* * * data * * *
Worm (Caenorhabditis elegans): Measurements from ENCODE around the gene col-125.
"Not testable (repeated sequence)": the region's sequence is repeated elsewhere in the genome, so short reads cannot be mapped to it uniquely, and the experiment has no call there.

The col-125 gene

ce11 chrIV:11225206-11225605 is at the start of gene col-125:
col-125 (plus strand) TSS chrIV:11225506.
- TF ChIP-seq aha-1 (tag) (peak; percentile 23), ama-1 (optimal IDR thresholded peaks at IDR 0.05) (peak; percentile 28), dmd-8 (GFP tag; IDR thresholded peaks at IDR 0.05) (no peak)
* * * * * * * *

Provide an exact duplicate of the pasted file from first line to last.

Worm (Caenorhabditis elegans): Measurements from ENCODE around the gene col-125.
"Not testable (repeated sequence)": the region's sequence is repeated elsewhere in the genome, so short reads cannot be mapped to it uniquely, and the experiment has no call there.

The col-125 gene

ce11 chrIV:11225206-11225605 is at the start of gene col-125:
col-125 (plus strand) TSS chrIV:11225506.
- TF ChIP-seq aha-1 (tag) (peak; percentile 23), ama-1 (optimal IDR thresholded peaks at IDR 0.05) (peak; percentile 28), dmd-8 (GFP tag; IDR thresholded peaks at IDR 0.05) (no peak)